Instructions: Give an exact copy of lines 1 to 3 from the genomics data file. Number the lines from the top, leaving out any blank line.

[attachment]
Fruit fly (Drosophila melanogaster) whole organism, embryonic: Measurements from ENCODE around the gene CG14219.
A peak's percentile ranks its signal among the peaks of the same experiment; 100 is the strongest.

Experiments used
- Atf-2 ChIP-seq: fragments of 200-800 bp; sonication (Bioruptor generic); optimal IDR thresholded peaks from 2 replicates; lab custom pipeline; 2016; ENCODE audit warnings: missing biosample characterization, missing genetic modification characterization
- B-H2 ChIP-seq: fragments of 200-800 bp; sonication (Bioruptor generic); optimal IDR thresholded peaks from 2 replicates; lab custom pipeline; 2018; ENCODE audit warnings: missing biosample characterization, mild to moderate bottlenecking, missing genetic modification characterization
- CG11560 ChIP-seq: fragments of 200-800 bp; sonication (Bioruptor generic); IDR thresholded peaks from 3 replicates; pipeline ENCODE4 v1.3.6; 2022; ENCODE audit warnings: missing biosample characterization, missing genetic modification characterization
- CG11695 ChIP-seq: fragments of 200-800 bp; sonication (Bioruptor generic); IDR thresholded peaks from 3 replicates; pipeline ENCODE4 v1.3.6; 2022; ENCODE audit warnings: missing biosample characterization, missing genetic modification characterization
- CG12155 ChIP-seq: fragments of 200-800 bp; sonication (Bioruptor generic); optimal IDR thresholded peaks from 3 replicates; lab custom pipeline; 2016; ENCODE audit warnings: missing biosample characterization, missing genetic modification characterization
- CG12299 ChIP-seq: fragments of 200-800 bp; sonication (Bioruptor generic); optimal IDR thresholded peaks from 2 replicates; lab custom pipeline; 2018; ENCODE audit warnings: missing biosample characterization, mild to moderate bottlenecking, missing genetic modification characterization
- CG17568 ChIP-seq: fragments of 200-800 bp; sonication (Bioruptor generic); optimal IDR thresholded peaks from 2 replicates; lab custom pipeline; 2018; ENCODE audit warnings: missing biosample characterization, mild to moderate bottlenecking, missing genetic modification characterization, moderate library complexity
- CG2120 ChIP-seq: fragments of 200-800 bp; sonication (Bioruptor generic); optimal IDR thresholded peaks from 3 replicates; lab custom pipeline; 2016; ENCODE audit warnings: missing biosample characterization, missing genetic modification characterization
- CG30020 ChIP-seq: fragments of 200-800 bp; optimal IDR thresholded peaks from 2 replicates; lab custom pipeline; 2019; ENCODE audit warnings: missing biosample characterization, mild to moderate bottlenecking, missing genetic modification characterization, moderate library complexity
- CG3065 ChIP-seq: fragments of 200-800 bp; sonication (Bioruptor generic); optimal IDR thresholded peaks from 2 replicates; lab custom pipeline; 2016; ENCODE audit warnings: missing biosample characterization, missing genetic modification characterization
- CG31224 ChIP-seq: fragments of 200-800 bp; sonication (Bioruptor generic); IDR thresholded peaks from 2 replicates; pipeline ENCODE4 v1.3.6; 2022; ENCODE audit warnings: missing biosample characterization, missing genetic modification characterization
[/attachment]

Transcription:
Fruit fly (Drosophila melanogaster) whole organism, embryonic: Measurements from ENCODE around the gene CG14219.
A peak's percentile ranks its signal among the peaks of the same experiment; 100 is the strongest.

Experiments used